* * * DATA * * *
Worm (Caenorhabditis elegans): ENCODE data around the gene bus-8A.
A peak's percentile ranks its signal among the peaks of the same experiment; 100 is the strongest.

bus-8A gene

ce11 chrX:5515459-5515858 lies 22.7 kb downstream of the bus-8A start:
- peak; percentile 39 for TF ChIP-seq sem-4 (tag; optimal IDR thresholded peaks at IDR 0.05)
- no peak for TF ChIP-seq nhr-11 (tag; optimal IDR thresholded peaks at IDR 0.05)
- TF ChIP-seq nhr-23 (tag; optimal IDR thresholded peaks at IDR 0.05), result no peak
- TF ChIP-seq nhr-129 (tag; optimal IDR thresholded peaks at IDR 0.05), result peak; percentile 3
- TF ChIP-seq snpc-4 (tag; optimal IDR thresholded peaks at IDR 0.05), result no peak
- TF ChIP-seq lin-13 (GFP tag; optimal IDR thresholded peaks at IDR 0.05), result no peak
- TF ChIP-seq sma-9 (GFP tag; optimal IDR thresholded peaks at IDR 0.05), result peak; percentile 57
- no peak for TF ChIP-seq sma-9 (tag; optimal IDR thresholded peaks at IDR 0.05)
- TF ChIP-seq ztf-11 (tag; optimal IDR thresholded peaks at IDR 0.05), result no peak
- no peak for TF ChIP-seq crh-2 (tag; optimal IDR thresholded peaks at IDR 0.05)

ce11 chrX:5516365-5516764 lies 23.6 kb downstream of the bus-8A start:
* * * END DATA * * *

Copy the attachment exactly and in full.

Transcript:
Worm (Caenorhabditis elegans): ENCODE data around the gene bus-8A.
A peak's percentile ranks its signal among the peaks of the same experiment; 100 is the strongest.

bus-8A gene

ce11 chrX:5515459-5515858 lies 22.7 kb downstream of the bus-8A start:
- peak; percentile 39 for TF ChIP-seq sem-4 (tag; optimal IDR thresholded peaks at IDR 0.05)
- no peak for TF ChIP-seq nhr-11 (tag; optimal IDR thresholded peaks at IDR 0.05)
- TF ChIP-seq nhr-23 (tag; optimal IDR thresholded peaks at IDR 0.05), result no peak
- TF ChIP-seq nhr-129 (tag; optimal IDR thresholded peaks at IDR 0.05), result peak; percentile 3
- TF ChIP-seq snpc-4 (tag; optimal IDR thresholded peaks at IDR 0.05), result no peak
- TF ChIP-seq lin-13 (GFP tag; optimal IDR thresholded peaks at IDR 0.05), result no peak
- TF ChIP-seq sma-9 (GFP tag; optimal IDR thresholded peaks at IDR 0.05), result peak; percentile 57
- no peak for TF ChIP-seq sma-9 (tag; optimal IDR thresholded peaks at IDR 0.05)
- TF ChIP-seq ztf-11 (tag; optimal IDR thresholded peaks at IDR 0.05), result no peak
- no peak for TF ChIP-seq crh-2 (tag; optimal IDR thresholded peaks at IDR 0.05)

ce11 chrX:5516365-5516764 lies 23.6 kb downstream of the bus-8A start: